PARIS AIR SHOW: It’s a mantra: 25 by 25. Lockheed Martin recites it to ward off the criticism that the F-35 is too expensive to operate.
What’s it mean? That the costs of operating the F-35 each hour will fall to $25,000 per hour from its current $44,000. The JSF Joint Program Office is targeting $34,000 in 2024. The Pentagon’s powerful Cost Assessment and Program Evaluation (CAPE) office estimate is about $36,000 in 2024, pretty close to the JPO’s estimate. But CAPE does not believe that the program can get to $25,000 by 2025. In fact, CAPE’s estimate is that flying costs will start to increase again by then because more aircraft will be in need of expensive major depot work.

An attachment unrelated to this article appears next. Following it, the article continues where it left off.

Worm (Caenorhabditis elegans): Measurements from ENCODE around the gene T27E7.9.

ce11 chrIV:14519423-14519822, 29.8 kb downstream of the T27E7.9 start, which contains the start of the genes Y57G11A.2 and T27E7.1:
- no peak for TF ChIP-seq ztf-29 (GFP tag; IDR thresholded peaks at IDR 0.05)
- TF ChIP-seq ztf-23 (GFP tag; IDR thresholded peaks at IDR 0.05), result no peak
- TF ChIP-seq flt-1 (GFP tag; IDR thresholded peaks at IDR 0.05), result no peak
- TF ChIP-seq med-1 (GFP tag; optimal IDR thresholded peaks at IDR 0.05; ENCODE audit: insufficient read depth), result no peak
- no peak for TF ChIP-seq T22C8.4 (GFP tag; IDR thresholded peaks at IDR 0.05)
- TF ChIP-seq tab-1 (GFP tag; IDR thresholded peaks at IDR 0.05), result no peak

Asked during his briefing here whether 25 by 25 was achievable, Greg Ulmer, head of the program for Lockheed Martin, said the company would prove itself just as it had by lowering the cost of an F-35A to below $80 million one year early.
While it is true — and impressive — that the F-35A has come down below $80 million in Lot 13, the program has had much greater difficulty lowering operating and maintenance costs. Part of the problem is the acknowledged mess of ALIS, the hugely complex and often ineffective planning and maintenance software system designed for the plane. The Air Force is pressing hard to break ALIS down into a series of apps that can be easily upgraded and provide faster and more accurate planning and maintenance, with Air Force acquisition head Will Roper personally pressing hard for change.
For more details about the possible effects of Turkey being barred from the F-35 program, watch the video.